From all the responses I read, one thing was incredibly clear: If you don’t do your research on the company you’re interviewing for, the person interviewing you will know it. “There is, in my experience, very little that a recruiter dislikes more than a candidate who knows next to nothing about the business they ‘want’ to work for,” says Christina Russo, the Creative and HR Director of Community Kitchen. “Do your research and learn as much as you can about the company so that you’re ready to answer the questions that the recruiter can (and will) ask you.” You should also prepare some informed questions that demonstrate that you’ve familiarized yourself with the company and role. Beveridge sums it up: “Why should they be interested in you if you’re not interested in them?”


Saying, “I don’t know”

Even if you don’t know the answer to a question, you can use it as an opportunity to demonstrate your strengths. “Competent candidates often know how to steer the conversation toward a more favorable topic instead of being apologetic about their lack of knowledge,” says Anjela Mangrum, Founder and President of Mangrum Career Solutions. “Instead of simply answering, ‘I don’t know,’ try showing them why that shouldn’t be a concern. Perhaps you have some other form of valuable knowledge or a proven ability to learn new things quickly.”


Being Over-Eager

It’s great to show that you’re a team player, but several recruiters mentioned that saying, “I’ll do anything” can come off as more desperate than passionate. Instead, focus on your superpowers and talk about the areas where your skills can make the biggest difference.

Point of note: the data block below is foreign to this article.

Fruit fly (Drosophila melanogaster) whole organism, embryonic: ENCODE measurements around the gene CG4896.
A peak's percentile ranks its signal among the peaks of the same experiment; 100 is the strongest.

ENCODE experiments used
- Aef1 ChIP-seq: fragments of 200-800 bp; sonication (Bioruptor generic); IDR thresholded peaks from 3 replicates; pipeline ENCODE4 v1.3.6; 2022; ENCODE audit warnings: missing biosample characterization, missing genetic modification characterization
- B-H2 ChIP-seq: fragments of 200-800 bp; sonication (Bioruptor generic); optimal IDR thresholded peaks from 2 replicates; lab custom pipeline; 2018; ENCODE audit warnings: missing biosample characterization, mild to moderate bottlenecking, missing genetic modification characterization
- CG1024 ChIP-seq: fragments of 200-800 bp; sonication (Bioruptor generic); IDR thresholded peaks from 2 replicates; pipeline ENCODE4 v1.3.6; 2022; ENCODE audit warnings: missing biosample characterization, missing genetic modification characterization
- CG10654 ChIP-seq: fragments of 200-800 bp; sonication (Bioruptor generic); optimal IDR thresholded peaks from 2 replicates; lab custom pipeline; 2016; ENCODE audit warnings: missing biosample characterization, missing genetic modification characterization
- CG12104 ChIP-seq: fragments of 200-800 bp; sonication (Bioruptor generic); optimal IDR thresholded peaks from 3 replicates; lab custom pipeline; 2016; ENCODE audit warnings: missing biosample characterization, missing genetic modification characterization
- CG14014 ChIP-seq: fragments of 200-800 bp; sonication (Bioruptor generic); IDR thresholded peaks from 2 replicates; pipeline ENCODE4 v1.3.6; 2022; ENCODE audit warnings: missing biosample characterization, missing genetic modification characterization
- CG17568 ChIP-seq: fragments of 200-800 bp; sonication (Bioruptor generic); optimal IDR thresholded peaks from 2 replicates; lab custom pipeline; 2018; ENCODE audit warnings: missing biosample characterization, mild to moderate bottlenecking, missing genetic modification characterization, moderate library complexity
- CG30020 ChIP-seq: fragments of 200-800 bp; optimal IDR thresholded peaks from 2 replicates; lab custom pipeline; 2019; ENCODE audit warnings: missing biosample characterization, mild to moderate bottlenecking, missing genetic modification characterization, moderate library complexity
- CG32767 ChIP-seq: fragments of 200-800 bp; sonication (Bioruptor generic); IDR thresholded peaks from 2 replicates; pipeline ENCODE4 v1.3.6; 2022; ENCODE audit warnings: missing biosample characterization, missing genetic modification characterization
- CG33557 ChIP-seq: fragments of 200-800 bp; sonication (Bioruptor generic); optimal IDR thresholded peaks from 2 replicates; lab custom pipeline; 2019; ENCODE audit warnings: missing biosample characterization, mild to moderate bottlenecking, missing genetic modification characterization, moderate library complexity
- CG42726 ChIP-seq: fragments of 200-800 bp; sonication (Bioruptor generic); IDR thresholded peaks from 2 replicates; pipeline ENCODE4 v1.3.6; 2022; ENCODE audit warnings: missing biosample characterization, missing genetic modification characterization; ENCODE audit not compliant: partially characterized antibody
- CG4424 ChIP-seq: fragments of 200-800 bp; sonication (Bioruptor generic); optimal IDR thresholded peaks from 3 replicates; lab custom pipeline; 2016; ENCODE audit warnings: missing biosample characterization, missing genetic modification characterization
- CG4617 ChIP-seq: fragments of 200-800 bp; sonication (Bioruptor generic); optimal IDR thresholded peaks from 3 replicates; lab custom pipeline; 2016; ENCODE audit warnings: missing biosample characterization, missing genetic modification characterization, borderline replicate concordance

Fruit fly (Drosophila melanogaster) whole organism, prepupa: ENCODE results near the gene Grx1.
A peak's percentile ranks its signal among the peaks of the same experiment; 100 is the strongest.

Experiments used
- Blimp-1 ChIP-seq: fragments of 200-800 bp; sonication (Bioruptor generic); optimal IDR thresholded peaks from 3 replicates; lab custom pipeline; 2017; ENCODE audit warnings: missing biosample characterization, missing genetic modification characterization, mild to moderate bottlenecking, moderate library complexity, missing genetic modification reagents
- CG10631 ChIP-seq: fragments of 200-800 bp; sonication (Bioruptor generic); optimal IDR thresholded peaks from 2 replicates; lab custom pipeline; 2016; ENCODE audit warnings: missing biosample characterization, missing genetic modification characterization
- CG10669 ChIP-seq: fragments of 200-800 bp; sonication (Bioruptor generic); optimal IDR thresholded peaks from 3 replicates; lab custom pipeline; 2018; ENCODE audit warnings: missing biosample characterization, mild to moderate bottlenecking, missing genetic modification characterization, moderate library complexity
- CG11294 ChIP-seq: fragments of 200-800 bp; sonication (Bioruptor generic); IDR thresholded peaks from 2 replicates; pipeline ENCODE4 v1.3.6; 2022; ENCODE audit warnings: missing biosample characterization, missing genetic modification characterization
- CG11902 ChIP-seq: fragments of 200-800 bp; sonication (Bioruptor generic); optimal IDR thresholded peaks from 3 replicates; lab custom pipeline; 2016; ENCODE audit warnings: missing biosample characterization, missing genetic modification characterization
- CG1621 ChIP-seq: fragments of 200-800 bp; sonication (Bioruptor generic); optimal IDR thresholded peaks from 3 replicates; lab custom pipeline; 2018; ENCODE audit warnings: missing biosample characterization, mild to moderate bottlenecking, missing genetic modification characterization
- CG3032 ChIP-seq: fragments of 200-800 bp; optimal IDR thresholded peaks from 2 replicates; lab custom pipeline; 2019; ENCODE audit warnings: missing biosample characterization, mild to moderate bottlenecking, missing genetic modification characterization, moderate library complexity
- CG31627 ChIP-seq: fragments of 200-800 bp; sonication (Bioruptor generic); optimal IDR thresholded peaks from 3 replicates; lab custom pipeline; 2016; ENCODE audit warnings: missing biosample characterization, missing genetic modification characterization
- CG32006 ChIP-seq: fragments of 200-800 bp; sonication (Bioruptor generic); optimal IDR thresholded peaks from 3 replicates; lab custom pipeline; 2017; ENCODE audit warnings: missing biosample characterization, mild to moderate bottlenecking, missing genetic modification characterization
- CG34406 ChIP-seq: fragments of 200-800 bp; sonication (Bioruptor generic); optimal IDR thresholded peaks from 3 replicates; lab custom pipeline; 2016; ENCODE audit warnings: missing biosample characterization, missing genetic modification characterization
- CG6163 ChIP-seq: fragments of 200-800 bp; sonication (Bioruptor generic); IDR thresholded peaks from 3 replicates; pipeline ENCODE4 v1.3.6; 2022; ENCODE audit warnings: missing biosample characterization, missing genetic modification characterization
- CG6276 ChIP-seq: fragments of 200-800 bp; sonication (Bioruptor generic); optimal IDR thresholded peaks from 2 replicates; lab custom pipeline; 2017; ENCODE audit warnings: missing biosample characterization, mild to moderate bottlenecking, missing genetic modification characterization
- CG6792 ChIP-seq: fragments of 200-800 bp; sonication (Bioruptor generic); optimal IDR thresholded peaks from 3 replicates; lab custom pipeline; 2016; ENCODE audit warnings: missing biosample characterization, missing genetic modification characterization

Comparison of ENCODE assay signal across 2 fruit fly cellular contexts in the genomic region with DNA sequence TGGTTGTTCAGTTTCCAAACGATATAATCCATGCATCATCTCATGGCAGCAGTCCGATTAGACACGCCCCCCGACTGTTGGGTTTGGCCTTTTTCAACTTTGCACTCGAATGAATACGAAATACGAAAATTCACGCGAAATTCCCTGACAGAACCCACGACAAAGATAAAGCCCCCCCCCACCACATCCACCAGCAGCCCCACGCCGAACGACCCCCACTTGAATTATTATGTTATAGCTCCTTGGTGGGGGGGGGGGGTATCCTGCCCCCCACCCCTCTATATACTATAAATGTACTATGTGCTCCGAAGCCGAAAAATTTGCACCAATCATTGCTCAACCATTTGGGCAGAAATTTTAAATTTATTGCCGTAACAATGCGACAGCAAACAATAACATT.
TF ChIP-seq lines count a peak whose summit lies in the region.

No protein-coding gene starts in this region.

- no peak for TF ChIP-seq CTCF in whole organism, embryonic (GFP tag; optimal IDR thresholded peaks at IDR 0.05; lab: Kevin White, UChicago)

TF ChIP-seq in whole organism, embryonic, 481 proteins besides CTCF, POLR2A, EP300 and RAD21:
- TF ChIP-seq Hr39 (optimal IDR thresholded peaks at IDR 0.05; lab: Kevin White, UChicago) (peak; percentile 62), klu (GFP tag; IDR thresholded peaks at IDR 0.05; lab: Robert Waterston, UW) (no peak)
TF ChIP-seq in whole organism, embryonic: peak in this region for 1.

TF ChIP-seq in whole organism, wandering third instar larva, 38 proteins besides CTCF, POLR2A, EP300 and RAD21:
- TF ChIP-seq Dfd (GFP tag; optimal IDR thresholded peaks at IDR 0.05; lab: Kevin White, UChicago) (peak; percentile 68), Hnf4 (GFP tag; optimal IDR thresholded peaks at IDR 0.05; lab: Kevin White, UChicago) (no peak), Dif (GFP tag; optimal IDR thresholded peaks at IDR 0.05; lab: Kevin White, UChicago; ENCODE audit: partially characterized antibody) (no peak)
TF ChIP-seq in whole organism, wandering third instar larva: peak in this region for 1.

Arguing with the Interviewer

On the flip side, many respondents also told me that they’d turned down candidates who came off as arrogant or disrespectful. “One unforgettable interview candidate from my early years as a recruiter was a 40-something engineer applying for a mid-level position that required testing some technical knowledge,” shares Mangrum. “After giving the wrong answer to a relatively simple question, he had the audacity to argue that his response was acceptable and call me a ‘newbie who didn’t know any better.’ If this behavior isn’t an interview DON’T, I don’t know what is.”


Not Dressing the Part

“I cannot stress enough how important it is for candidates to dress professionally during an interview—even if it’s over Zoom,” says Soni Cottman, a Director of Global Talent Acquisition at Reputation. Job interviews can be tricky to dress for, but luckily, we have you covered with advice on virtual interview outfits, actually comfortable workwear, and mix-and-match capsule wardrobes.


Hiding Your Authentic Self

One of M.M.LaFleur’s company values is “Bring your whole self to work”—and this mentality applies to the interview process, too. “A great organization values authenticity, diversity, and inclusion,” says Johnson. “The things you bring to the table as YOU will be valuable to any company. If they can’t accept you as a person, then they do not deserve you as an employee.”

Written By

Madeleine Kim

Madeleine Kim is the Senior Brand Manager at M.M.LaFleur, where she started out as a stylist. She loves developing styling-focused content and creating newsletters that bring the M.M. community together.